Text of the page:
Parents often wonder about teaching “tough classes” in homeschool, like the ones many students take during the high school years. Topics like chemistry and calculus can make moms and dads nervous if they have never mastered these subjects themselves. And even if they have, they may feel rusty or out-of-date.
There is also the matter of time, since these classes can be rather time-consuming. Particularly in larger families and in homes where both parents work outside the house, it isn’t always possible to be primary teacher and hand-holder during every one of the tougher classes in high school. Besides, by the time students reach this age, lots of parents don’t want to, either.
Every parent has probably had this question at one time or another. I recently heard from a mom who said, “I want my daughter to get the best education she can but I don’t think that would be the case if I tried teaching her these courses.”
Luckily, when homeschooling, this is not a problem. Nobody knows everything. It’s OK. Modern homeschoolers have many choices when learning the tougher subjects.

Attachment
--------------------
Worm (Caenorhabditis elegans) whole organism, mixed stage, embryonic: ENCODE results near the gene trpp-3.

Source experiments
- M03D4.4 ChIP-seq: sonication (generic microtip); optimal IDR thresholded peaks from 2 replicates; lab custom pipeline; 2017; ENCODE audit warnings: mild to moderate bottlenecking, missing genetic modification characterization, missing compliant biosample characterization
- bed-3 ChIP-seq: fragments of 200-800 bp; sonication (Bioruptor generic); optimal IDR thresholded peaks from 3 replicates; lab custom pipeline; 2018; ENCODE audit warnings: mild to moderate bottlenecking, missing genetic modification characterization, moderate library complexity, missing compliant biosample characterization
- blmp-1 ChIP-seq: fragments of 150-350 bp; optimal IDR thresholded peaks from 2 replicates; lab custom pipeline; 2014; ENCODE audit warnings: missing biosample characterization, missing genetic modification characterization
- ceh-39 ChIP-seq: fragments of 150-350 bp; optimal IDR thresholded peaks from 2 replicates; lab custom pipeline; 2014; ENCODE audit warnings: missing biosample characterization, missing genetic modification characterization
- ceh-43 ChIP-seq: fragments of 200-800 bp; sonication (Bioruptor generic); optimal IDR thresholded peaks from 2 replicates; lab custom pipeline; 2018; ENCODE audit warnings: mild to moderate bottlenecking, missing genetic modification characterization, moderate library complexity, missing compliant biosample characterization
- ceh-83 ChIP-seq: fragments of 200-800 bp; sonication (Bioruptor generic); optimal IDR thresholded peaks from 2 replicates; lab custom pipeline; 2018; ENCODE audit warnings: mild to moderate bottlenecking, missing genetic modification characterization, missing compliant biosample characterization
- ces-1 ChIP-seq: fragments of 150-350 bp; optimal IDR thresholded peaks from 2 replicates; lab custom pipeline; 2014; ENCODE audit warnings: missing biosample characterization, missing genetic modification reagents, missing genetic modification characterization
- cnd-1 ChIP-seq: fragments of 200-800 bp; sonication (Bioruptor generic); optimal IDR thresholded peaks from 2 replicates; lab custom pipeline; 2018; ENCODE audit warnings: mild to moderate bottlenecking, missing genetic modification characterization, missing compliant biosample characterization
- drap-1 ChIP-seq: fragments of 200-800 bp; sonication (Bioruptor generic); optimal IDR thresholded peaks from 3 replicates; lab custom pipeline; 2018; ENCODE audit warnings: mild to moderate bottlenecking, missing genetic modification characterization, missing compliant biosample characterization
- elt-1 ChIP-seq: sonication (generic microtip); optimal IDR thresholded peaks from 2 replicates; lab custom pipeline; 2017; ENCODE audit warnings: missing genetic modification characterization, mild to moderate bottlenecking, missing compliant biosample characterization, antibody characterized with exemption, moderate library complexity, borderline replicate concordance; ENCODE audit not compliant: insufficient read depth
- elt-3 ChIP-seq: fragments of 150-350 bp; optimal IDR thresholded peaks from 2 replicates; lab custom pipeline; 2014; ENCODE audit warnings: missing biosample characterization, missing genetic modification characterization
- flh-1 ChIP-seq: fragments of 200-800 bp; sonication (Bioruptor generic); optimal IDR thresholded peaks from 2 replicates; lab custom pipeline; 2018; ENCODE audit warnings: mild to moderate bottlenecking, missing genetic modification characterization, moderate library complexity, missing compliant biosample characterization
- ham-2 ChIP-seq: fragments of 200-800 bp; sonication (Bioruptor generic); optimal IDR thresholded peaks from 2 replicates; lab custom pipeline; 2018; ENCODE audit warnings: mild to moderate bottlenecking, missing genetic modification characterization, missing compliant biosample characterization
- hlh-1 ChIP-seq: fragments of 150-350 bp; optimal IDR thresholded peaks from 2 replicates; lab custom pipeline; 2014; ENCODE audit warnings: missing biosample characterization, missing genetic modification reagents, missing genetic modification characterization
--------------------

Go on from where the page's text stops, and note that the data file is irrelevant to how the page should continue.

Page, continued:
- Partnering with other parents who possess the skills or expertise you lack, and group the students to learn the subjects together. You teach (or supervise) the classes you can, then ask other parents to teach the ones you cannot.
- Joining a homeschool co-op where these subjects are offered at the level your child needs. If no co-op exists, starting one isn’t difficult, either. In fact, starting one that offers exactly the topics your student needs to learn can be the perfect solution.
- Enrolling the student part-time at a local college, adult center, technical school or high school . Most communities offer courses in many subject areas for around the same price as a good textbook and answer key, or an online course.
- Purchasing curriculum products for high school credit. Courses exist for most anything a student might want to learn, from web design to playing the piano. Most include detailed lesson plans and resources, too, therefore students can usually work entirely on their own.
- Inquiring with a local support group or phoning a homeschool volunteer will often uncover other options that may not be as obvious. Connecting with other people is sometimes the only way to find out about people in the group or in the community who offer tutoring services, mentoring programs or might be willing to teach a subject to local school children who have an interest.
Don’t fear the high school years, as there are many solutions for teaching “tough” subjects. After helping to connect students to the world of available resources, parents may sit back and watch the learning take place, often without needing to be involved with delivering the difficult subjects at all.
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